This second photo above with the writing on the wall might not seem like much at first, especially without bringing out the contrast in the image, the writing on the wall is almost unseen. The boy in the first image at the top is sitting right in front of the window where I took this second shot (farthest window to the left). Etched and scratched into a concrete wall, in an almost morbid sense of humanity for a child, are written these words:

Never forget Masaba Derick from Mbale Town good boy from Kampiringisa

This boy’s home town, Mbale, is a tiny little village hours and hours away from where I photographed this image in the Kampiringisa Rehabilitation Centre, so there is no telling how he ended up in this Children’s facility, or if or when he left. These facilities exist all over Uganda, and some, like this one, were not staffed with adults, but yet it housed hundreds of kids who had to just fend for themselves. No electricity, no water, and in many ways, no hope. This image, taken in October 2011, just stuck with me over the last several months.

By the point I took this image above, this particular building was no longer being used to actively house anyone, but obviously it did at some point. One thing I do know, God has not forgotten these children, whether they know it yet or not. To see more images from this particular day, see They are Hidden but Not Forgotten or go to my Stories section to see others.

What’s More Useful to the Glory of God Than 95% of All We Do?

Amos 9:5-6

I’m guessing you didn’t think poetry was the answer to the question in the title, but it is. Poetic language and the language of prose put together in a sentence is sort of a misnomer, since they basically mean the opposite, but such is my relationship with metric and non-metrical language. Over the years I have tried to study poetry here and there, written some, read some, and every once in a while, appreciated some. I seem to have this back and forth argument with myself on the importance of poetry. In one respect, I find it useless, confusing, hard to understand, and not worth the time to learn. On the other, I do find it speaks to all aspects of life, and could be more important in affecting change than much of what we do in our every day lives. A post on Desiring God called Piper and the Role of Poetry in the Christian Life says it like this:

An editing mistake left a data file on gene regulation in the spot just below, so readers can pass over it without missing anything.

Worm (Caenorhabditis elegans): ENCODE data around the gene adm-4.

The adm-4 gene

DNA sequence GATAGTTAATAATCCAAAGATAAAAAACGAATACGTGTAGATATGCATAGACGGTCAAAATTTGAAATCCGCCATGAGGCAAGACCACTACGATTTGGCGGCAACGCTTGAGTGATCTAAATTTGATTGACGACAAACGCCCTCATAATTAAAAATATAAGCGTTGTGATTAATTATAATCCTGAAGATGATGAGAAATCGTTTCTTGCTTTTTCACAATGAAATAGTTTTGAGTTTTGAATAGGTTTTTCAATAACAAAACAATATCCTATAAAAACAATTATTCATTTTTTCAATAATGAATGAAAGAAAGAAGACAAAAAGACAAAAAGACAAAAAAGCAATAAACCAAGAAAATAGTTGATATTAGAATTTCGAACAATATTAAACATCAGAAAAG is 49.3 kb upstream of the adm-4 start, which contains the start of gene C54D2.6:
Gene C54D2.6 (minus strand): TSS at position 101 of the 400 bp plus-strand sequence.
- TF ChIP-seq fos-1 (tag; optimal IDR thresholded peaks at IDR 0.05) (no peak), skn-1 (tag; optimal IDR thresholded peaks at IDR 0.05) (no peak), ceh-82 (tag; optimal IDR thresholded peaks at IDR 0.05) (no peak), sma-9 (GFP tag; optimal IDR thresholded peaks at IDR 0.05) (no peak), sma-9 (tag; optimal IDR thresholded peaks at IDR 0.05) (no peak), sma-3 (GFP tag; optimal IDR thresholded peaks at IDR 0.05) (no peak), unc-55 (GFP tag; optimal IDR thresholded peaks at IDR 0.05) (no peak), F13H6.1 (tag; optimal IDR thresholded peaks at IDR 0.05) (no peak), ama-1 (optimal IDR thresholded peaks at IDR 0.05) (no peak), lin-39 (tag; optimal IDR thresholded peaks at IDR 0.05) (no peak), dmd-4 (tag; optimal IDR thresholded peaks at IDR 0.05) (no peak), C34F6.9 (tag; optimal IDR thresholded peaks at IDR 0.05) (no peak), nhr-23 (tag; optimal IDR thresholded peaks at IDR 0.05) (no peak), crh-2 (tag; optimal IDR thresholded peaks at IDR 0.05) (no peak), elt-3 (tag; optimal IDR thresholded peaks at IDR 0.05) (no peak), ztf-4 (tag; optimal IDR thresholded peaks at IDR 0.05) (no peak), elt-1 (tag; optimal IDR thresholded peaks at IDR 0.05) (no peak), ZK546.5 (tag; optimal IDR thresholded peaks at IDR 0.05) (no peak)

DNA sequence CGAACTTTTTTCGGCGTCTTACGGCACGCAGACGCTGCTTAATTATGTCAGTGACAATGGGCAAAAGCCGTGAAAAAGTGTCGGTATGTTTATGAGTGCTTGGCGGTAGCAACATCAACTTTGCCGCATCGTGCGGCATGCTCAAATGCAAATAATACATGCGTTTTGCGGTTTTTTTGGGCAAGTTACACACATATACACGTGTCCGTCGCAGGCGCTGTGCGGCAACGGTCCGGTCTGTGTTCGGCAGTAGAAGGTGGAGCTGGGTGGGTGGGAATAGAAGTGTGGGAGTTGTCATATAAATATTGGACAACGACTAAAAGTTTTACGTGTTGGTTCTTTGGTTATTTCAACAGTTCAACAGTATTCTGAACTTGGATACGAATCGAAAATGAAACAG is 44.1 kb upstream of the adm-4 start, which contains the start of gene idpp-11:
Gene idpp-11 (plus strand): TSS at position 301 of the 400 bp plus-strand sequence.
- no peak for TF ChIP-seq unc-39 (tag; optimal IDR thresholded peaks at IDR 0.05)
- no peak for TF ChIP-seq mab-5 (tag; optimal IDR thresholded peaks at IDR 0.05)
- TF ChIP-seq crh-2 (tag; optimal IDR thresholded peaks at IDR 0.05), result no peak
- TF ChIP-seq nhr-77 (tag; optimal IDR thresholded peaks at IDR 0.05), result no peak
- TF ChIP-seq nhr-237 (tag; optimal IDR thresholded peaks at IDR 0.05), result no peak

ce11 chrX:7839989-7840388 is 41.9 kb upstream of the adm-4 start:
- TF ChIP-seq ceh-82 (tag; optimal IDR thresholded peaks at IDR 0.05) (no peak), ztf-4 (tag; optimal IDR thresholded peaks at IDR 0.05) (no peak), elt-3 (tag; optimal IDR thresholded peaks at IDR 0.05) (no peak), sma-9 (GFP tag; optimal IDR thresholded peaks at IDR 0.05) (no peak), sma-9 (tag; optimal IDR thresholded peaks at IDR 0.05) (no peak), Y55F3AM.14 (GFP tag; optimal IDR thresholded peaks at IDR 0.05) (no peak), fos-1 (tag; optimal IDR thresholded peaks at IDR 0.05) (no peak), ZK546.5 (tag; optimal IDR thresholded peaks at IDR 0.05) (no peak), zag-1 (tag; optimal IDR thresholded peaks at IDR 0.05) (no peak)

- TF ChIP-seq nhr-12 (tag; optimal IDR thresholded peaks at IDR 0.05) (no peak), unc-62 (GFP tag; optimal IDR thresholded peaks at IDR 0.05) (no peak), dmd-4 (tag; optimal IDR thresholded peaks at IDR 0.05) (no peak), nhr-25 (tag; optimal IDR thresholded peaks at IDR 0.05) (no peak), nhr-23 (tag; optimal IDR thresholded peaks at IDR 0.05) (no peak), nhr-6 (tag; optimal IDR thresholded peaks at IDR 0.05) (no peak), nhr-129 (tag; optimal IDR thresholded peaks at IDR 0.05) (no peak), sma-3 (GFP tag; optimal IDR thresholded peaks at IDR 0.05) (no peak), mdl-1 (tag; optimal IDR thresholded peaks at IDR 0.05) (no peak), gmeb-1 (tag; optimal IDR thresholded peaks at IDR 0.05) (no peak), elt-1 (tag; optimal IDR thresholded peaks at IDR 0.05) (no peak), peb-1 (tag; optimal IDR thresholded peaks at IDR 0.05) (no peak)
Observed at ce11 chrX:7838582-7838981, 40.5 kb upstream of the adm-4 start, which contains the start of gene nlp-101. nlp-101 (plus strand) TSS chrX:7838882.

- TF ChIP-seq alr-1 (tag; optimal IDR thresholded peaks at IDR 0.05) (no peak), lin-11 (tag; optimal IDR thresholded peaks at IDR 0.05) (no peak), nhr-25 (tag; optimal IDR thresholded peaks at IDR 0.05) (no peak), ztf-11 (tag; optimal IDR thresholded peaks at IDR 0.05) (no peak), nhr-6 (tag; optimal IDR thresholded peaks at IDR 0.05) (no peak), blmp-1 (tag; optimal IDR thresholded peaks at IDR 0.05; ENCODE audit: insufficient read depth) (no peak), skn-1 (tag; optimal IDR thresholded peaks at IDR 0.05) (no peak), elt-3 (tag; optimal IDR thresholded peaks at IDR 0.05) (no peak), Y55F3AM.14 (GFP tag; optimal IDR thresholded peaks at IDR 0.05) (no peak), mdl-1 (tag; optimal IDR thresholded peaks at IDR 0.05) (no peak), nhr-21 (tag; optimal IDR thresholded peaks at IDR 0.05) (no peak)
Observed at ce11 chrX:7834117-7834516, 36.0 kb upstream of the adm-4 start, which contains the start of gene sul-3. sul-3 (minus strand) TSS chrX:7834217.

Poetry is not the answer, but it is a greater part of the answer than 95% of what we do with our time. Woe to me if I think souls are saved by me or them becoming poetic. But few are damned by it. And of the thousand things we fill our days with, this could be more useful to the glory of God than what we do most of the time.

So according to Piper, and some may disagree, poetry is more useful to the glory of God (the very purpose of our existence says 1 Peter 4:11), than of large majority of our other endeavors in life, or put differently how we spend our time. This is actually a pretty bold statement if taken at face value with no context. To understand this statement, it’s important to look at what else we do with our time, and how if at all, those things are more or less useful to the glory of God than poetry. I suspect many would say that statement is absurd, and dismiss it altogether, but God himself doesn’t do that.

Of course a great deal of Scripture is poetry. So that tells me right there that God finds poetry important, regardless of what I think. Some of the greatest poets in history were writers of Scripture. Of course being inspired I would say they had a little help, otherwise how in the world could any individual mind come up with and make Psalm 119 work other than God? If you have never attempted to create a perfectly metered acrostic (forget one the size of Psalm 119), try it, you will quickly see it isn’t all that easy.

To answer the question I posed in the title I think can only be answered by someone who has a great deal of knowledge about poetry, and can define its worth. For many of us, we just don’t have a strong enough understanding to say one way or another. Our time isn’t readily filled with words on a page in metric meter, it’s more filled with screens presenting video and media. This all got started from a quick read through Amos 9.5-6, which is an incredible short piece of inspired poetry.

Written on the Walls Behind Bars, Part 3

Written on the Walls Behind Bars

This is Part 3 of 3 in the “Written on the Walls Behind Bars” posts (see Part 1 and Part 2 to see the progression). The transition to the bars and then with “Love” written on the face of the father is pretty incredible to me. These shots were part of a larger shoot that day from these facilities in Uganda. To see more images from those days click here to see They are Hidden but Not Forgotten and The Challenge of Being Salt and Light in the Darkness.

Written on the Walls Behind Bars, Part 2

In Front of the Bars at a Children's Prison in Africa

A continuation shot of Part 1, this shot is Part 2 of 3 and was taken just on the other side of the window bars and shows the extent of the mural on the wall. The wall depicts a family, possibly their witch-doctor, and the love they have for their missing child.

Written on the Walls Behind Bars, Part 1

Behind Bars at a Children's Prison in Africa

An abandon building that holds children in prison for various delinquencies, many of whom are spending and have spent years there. While this building wasn’t being used, the overall facility was still quite active with over 150 children housed on the property. The photo of the father has L-O-V-E written across his face, which will be shown in subsequent photos.